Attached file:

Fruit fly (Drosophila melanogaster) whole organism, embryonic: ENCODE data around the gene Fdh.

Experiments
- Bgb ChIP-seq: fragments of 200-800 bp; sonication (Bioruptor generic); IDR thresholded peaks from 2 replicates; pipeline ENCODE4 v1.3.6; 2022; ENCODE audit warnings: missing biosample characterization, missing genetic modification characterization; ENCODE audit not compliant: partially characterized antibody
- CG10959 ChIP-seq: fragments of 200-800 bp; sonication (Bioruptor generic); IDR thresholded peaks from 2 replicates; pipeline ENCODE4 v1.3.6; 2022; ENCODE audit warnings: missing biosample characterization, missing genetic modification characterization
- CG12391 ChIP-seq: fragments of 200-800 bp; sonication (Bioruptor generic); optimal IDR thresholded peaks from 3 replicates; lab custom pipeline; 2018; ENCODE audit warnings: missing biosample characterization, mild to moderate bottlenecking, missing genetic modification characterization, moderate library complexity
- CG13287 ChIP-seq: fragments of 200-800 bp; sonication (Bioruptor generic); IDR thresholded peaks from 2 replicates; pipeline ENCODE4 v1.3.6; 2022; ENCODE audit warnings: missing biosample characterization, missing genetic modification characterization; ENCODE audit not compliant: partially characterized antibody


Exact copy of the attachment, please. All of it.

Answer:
Fruit fly (Drosophila melanogaster) whole organism, embryonic: ENCODE data around the gene Fdh.

Experiments
- Bgb ChIP-seq: fragments of 200-800 bp; sonication (Bioruptor generic); IDR thresholded peaks from 2 replicates; pipeline ENCODE4 v1.3.6; 2022; ENCODE audit warnings: missing biosample characterization, missing genetic modification characterization; ENCODE audit not compliant: partially characterized antibody
- CG10959 ChIP-seq: fragments of 200-800 bp; sonication (Bioruptor generic); IDR thresholded peaks from 2 replicates; pipeline ENCODE4 v1.3.6; 2022; ENCODE audit warnings: missing biosample characterization, missing genetic modification characterization
- CG12391 ChIP-seq: fragments of 200-800 bp; sonication (Bioruptor generic); optimal IDR thresholded peaks from 3 replicates; lab custom pipeline; 2018; ENCODE audit warnings: missing biosample characterization, mild to moderate bottlenecking, missing genetic modification characterization, moderate library complexity
- CG13287 ChIP-seq: fragments of 200-800 bp; sonication (Bioruptor generic); IDR thresholded peaks from 2 replicates; pipeline ENCODE4 v1.3.6; 2022; ENCODE audit warnings: missing biosample characterization, missing genetic modification characterization; ENCODE audit not compliant: partially characterized antibody